The making of New Orleans’ public spaces
Form follows people
“In going up St. Peters Street & approaching the Common I heard a most extraordinary noise, which I supposed to proceed from some horse mill--the horses tramping on a wooden floor. I found, however, on emerging from the houses to the Common, that it proceeded from a crowd of five or six hundred persons assembled in an open space or public square. I went to the spot and crowded near enough to see the performance. All those who were engaged in the business seemed to be blacks.” (Excerpt from Benjamin Latrobe’s notes -- see full text here page 33-34)
This 1819 description of a public space by architect Benjamin Latrobe, is one of the earliest accounts of jazz and the evolution of African music and dances in New Orleans. Under the Catholic Spanish and French rule, African slaves were allowed take Sundays off, and would gather in the open space to beat the drums, play string instruments, dance and freely socialise. The name, use, users and political context of the space changed over time, and included being named Beauregard Square in 1893 after a former Confederate General. The City of New Orleans renamed it Congo Square in 2011. (If in New Orleans, visit The Historic New Orleans Collection to learn about the city’s complex history.)
“Public space in New Orleans may be the opposite of design,” says Jared Genova, Resilience Planning and Strategy Manager at the City of New Orleans (the City), citing various social episodes that appear spontaneously in places that weren’t designed for that purpose. For him, resilience means creating everyday social and economic opportunities, and goes beyond the hype of post-Katrina disaster readiness. Over my three-day visit his remark turned out to be fair, as I would often observe locals hanging out on the front porches, the musically talented jamming on the streets and young people skateboarding below interstate highway overpasses. In this city, design of the public realm is often facilitated based on the locals’ organically developed use of the place, driven by the user groups themselves and/or the City. Such manner of planning has presented different kinds of success indicators. In neighbourhoods where resources are limited, there may not ever be a perfect concept design, a completed project or a refined sense of materiality. Instead, there is genuine and resilient DIY spirit emerging from people who desperately want a common ground where they can just, be.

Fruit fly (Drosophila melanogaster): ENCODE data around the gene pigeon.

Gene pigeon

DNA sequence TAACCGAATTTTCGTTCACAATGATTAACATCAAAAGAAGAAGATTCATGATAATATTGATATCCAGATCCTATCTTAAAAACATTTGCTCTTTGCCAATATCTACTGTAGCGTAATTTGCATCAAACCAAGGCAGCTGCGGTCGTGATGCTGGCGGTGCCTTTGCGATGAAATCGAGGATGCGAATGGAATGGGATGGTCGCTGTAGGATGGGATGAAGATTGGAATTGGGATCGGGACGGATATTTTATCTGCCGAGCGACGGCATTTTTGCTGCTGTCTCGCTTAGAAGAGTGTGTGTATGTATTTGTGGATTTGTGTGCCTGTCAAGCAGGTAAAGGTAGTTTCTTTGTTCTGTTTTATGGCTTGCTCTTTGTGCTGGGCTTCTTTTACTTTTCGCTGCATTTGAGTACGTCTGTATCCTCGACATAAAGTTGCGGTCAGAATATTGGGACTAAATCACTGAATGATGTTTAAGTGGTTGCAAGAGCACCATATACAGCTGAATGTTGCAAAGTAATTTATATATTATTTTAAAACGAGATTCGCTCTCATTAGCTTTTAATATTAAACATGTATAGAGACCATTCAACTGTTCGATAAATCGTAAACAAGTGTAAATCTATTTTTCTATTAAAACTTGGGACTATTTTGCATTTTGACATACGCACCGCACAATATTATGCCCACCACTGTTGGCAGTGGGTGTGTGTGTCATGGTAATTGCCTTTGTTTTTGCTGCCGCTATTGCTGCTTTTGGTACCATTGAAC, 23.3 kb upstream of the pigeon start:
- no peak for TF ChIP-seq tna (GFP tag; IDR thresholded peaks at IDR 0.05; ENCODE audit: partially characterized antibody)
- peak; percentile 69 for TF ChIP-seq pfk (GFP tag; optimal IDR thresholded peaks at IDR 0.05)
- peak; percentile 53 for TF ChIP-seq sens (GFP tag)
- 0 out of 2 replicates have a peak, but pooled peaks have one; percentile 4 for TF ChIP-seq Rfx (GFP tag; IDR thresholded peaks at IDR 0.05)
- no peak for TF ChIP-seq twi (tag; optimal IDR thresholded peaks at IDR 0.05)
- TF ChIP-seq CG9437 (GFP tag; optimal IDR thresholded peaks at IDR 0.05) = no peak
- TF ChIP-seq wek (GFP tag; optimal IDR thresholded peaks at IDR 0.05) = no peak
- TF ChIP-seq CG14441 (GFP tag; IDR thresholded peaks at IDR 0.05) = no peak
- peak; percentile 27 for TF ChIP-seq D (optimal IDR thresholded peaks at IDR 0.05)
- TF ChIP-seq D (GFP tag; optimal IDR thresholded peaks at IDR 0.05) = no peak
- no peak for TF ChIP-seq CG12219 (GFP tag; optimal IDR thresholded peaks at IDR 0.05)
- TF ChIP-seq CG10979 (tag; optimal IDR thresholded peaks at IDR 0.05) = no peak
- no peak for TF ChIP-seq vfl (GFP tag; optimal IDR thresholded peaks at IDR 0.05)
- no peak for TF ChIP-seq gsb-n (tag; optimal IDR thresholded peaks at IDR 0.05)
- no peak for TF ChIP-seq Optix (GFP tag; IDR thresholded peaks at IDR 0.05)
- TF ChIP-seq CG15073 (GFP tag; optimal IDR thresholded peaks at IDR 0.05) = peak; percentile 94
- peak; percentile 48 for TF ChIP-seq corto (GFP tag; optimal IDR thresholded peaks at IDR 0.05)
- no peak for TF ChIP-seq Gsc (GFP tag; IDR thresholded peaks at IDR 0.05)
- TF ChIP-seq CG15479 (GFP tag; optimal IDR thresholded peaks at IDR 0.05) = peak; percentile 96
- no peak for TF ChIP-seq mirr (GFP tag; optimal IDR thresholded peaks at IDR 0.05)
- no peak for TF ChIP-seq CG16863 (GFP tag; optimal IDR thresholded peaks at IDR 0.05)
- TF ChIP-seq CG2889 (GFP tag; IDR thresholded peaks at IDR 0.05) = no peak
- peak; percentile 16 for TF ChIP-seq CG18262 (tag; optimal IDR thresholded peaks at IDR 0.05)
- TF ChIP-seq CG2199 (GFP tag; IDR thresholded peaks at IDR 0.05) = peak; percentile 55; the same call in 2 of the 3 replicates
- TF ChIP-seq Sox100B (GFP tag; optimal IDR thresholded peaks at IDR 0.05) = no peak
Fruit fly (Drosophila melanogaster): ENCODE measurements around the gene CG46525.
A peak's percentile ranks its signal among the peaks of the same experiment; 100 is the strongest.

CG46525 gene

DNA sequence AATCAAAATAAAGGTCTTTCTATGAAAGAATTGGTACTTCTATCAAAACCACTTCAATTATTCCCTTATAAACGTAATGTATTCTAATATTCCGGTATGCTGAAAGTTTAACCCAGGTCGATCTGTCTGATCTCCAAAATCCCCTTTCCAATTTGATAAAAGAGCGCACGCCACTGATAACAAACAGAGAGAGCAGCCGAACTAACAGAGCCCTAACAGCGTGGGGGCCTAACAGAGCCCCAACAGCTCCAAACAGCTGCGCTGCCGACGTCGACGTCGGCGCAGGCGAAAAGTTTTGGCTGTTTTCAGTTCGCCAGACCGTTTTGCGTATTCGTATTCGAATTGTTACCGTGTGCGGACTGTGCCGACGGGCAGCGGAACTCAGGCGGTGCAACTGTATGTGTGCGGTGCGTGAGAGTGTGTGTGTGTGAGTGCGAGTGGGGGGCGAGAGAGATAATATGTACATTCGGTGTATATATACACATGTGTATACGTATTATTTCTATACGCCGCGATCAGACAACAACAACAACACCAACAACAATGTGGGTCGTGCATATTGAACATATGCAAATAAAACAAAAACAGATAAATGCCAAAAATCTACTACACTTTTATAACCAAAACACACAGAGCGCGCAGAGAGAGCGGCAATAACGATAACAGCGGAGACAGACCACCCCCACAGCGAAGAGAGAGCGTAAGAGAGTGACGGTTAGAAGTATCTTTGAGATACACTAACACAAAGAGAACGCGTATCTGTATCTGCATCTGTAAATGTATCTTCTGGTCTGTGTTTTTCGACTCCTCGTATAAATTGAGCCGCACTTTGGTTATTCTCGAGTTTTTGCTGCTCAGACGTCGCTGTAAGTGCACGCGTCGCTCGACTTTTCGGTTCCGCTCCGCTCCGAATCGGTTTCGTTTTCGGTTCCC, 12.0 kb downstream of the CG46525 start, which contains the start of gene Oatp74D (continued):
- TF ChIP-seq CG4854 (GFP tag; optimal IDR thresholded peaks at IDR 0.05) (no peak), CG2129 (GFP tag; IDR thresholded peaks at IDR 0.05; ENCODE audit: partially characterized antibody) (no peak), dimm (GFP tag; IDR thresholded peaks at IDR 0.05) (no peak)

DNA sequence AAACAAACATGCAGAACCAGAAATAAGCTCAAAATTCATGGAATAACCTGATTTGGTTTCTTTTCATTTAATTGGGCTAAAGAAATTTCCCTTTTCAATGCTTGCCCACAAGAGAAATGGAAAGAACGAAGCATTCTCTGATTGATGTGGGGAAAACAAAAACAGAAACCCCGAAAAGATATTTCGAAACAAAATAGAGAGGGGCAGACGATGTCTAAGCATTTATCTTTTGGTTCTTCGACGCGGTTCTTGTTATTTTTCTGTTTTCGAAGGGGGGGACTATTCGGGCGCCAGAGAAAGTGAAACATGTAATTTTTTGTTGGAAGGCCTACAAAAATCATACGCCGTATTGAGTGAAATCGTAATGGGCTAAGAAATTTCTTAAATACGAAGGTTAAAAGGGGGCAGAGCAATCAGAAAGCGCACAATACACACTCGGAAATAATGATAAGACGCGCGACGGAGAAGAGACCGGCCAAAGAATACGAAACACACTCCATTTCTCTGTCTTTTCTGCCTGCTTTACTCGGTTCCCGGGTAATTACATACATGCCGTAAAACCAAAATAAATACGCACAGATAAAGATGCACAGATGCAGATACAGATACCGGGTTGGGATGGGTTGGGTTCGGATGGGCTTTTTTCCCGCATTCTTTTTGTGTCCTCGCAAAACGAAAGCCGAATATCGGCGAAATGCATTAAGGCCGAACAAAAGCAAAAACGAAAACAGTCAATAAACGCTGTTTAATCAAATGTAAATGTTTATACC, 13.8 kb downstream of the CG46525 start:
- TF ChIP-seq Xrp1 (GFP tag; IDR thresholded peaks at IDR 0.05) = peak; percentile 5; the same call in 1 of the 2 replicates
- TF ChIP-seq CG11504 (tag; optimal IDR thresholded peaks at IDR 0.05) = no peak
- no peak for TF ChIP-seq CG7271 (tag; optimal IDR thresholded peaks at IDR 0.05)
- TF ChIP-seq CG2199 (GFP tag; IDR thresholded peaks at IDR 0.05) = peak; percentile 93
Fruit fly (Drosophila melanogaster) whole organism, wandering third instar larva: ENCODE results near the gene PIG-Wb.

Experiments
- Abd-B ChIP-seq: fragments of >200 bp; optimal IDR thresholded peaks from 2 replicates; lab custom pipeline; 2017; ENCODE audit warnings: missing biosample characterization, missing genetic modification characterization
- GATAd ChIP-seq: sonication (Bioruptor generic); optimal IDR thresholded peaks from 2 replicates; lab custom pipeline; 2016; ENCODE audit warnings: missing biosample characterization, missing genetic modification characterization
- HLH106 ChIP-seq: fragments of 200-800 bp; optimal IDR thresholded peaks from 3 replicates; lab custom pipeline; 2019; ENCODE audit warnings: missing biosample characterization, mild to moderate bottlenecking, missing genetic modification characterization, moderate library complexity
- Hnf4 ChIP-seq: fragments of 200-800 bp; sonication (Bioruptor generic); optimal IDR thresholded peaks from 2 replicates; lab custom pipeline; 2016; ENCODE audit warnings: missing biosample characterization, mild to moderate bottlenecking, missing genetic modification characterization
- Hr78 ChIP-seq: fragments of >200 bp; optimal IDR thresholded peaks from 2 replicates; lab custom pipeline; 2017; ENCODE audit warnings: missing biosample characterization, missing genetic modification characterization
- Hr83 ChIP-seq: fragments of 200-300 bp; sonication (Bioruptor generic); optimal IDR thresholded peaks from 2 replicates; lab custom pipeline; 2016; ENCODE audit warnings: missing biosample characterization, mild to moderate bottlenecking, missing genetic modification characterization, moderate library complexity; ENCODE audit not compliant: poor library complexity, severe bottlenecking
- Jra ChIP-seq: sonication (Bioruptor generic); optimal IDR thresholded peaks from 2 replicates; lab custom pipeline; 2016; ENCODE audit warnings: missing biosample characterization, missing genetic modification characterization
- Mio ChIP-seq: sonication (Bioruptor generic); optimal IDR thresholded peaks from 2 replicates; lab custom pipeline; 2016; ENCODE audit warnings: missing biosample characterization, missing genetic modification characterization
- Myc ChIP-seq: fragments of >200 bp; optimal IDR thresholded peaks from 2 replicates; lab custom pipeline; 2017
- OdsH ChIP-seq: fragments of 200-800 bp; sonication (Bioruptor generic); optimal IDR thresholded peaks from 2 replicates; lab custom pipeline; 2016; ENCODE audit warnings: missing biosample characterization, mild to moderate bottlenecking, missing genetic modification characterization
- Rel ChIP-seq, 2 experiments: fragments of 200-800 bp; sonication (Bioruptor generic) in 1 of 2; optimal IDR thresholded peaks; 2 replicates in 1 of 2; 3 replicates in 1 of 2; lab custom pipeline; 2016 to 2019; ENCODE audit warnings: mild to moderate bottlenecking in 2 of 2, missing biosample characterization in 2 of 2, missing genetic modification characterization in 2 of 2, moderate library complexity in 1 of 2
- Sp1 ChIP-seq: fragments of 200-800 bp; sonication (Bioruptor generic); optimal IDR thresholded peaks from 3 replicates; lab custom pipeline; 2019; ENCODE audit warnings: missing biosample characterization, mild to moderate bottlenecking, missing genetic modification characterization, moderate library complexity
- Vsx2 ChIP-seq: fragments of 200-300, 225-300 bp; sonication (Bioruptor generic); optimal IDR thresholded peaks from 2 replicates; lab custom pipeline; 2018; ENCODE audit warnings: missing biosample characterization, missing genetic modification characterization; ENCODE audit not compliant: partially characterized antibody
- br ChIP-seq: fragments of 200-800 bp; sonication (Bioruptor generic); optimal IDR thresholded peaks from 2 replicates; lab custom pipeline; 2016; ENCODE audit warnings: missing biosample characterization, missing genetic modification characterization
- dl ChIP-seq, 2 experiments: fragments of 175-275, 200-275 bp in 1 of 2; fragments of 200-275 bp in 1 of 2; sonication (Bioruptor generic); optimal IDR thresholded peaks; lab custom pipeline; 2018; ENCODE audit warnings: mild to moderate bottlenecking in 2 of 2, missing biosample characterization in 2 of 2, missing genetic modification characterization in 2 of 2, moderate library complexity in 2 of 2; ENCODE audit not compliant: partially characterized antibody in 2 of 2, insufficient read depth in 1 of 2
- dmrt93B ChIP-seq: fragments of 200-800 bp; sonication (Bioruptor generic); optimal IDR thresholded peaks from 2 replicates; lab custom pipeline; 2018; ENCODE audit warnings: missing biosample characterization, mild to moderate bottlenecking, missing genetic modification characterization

One of the earliest accounts of the evolution of jazz refers to Congo Square.
An impressive 8-person band draws a large crowd at Jackson Square, the heart of French Quarter.
Tourism is one of the main industries in New Orleans.
To see this spirit in action, I paid a visit to a DIY skatepark under an overpass, created initially by a group of skaters who literally made concrete walls and ramps on site. It was illegal and got knocked down. Disappointed, but unwilling to let go, they built a much better and bigger second skatepark. It also got knocked down. Their response? They formed a not-for-profit and successfully negotiated with the City for it to be formally designated as Parasite Skatepark. Tulane School of Architecture students stepped in and designed the next phase through various collaborative workshops.
Arts Council New Orleans’ Youth Solutions program guides young people to take ownership of their own neighbourhoods and implement improvement projects. Its impact lies in helping youth overcome anger, powerlessness and helplessness associated with trauma, with creative placemaking projects. Paid practical internships such as carpentry and welding, as well as mentorship, are available. The program has seen young people learn to empathise with the needs of younger kids and create a pop-up park for them; build seating for public spaces; and interview locals for asset mapping.
Parasite Skatepark is well used by the locals.
Under the concrete slabs of overpasses are playgrounds and other types of gathering spaces. On hot summer days, they offer some respite from the heat and humidity.
Go to where the people are